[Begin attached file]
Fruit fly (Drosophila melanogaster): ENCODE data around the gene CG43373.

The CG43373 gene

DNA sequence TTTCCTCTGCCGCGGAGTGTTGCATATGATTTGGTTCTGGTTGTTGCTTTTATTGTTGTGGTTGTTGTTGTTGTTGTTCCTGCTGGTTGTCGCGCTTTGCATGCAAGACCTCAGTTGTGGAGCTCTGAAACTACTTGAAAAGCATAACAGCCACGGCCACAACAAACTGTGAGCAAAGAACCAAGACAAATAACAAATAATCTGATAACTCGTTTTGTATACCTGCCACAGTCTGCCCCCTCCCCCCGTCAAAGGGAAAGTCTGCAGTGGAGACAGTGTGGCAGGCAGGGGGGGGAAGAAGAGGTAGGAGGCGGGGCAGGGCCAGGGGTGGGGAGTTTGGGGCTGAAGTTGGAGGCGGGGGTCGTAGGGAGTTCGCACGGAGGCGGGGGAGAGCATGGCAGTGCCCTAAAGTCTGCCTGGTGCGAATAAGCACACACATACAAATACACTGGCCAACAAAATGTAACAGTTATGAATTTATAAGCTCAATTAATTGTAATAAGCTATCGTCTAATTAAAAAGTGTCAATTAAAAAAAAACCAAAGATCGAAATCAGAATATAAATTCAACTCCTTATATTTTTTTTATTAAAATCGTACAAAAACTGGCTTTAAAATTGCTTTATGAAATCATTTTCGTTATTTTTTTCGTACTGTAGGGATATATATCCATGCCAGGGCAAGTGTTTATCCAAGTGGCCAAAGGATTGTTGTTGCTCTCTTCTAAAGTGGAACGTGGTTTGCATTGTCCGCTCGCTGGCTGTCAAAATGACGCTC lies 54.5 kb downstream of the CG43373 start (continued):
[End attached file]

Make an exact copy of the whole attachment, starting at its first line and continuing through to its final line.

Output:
Fruit fly (Drosophila melanogaster): ENCODE data around the gene CG43373.

The CG43373 gene

DNA sequence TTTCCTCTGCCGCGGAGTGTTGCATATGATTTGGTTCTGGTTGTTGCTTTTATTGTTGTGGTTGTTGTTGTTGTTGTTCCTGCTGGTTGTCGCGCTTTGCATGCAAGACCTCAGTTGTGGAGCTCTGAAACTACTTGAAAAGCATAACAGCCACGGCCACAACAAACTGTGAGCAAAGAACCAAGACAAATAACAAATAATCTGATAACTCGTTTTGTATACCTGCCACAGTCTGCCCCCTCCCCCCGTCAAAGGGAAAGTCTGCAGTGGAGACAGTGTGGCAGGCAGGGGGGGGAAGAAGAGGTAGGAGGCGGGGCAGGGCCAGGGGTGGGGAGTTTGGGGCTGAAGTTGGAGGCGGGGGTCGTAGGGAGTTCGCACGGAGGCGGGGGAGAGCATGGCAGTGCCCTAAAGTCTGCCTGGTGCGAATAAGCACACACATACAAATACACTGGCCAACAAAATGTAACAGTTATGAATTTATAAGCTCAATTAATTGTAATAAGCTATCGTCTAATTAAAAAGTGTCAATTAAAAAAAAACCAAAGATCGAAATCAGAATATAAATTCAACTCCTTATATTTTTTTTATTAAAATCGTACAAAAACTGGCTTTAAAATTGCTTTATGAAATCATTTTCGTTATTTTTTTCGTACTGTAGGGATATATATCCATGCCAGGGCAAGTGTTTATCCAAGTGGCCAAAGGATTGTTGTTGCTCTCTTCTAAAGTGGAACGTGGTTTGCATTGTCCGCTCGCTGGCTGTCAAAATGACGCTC lies 54.5 kb downstream of the CG43373 start (continued):